By Hillary Hatch, Social Security Public Affairs Specialist
How do I apply for disability benefits? How long does it take to get a decision after I apply for disability benefits?
You can apply for disability benefits online at www.ssa.gov/benefits. To get a decision on your disability application usually takes three-to-five months. The timeframe can vary depending on:
- The nature of your disability.
- How quickly we can get your medical evidence from your doctor or other medical source.
- Whether it’s necessary to send you for a medical examination.
- Whether we review your application for quality purposes.
Create or sign in to your personal my Social Security account at www.ssa.gov/myaccount to check your claim status.
I am expecting a child and will be out of work for six months. Can I qualify for short-term disability?
No. Social Security pays only for total disability — conditions that render you unable to work and are expected to last for at least a year or end in death. No benefits are payable for partial disability or short-term disability, including benefits while on maternity leave.
I have been getting Social Security disability benefits for many years. I’m about to hit my full retirement age. What will happen to my disability benefits?
When you reach “full retirement age,” we will switch you from disability to retirement benefits. But you won’t even notice the change because your benefit amount will stay the same. It’s just that when you reach retirement age, we consider you to be a “retiree” and not a disability beneficiary. To learn more, visit www.ssa.gov.
I need to apply for disability benefits. Where do I start?
Begin by looking at our Disability Starter Kit. You can find it online at www.ssa.gov/disability/disability_starter_kits.htm or you can request a copy by calling 1-800-772-1213 (TTY 1-800-325-0778). The Disability Starter Kit will help you prepare for your application and interview. When you are ready, you can apply online at www.ssa.gov/applyfordisability or make an appointment to apply in person at a local Social Security office. Remember, our online disability application is convenient and secure. Don’t stand in line, go online at www.ssa.gov.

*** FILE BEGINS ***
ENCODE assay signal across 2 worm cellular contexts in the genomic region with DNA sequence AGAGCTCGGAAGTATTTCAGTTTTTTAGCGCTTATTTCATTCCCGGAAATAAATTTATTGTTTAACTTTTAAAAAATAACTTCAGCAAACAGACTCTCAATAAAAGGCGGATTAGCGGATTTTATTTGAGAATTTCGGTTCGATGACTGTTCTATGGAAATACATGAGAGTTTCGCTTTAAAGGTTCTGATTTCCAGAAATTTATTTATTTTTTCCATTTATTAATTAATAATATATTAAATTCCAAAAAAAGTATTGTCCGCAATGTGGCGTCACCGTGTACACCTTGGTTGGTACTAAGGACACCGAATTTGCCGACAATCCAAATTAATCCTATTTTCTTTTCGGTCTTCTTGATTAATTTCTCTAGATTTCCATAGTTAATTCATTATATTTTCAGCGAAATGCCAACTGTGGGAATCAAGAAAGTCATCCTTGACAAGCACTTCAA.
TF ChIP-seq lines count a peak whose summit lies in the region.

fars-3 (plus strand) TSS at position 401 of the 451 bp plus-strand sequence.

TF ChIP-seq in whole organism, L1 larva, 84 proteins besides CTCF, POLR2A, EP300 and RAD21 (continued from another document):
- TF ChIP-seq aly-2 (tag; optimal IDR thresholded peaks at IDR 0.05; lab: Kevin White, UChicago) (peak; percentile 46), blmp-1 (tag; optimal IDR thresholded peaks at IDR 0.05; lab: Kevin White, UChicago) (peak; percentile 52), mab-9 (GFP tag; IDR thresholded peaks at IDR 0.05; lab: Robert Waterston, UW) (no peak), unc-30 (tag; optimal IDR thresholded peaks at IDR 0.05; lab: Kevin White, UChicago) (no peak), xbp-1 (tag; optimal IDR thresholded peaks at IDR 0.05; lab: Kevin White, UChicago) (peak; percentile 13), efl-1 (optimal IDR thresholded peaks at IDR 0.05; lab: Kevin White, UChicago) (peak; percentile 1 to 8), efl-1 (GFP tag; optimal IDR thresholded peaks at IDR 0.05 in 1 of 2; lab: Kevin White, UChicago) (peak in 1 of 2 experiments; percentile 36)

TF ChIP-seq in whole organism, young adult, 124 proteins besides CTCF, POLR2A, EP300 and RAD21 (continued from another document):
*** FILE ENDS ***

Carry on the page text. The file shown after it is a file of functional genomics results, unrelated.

What is substantial gainful activity (SGA)?
We use the term “substantial gainful activity,” or “SGA,” to describe a level of work activity and earnings. Work is “substantial” if it involves doing significant physical or mental activities or a combination of both.
If you earn more than a certain amount and are doing productive work, we generally consider that you are engaging in SGA. For example, the monthly SGA amount for 2023 is $1,470. For a statutorily blind person, that amount is $2,460. In these cases, you would not be eligible for disability benefits if you made more than those amounts. You can read more about substantial gainful activity and if your earnings qualify as SGA at www.ssa.gov/oact/cola/sga.html.
Hillary Hatch is the Public Affairs Specialist for West Michigan. You can write her c/o Social Security Administration, 3045 Knapp NE, Grand Rapids MI 49525 or via email at firstname.lastname@example.org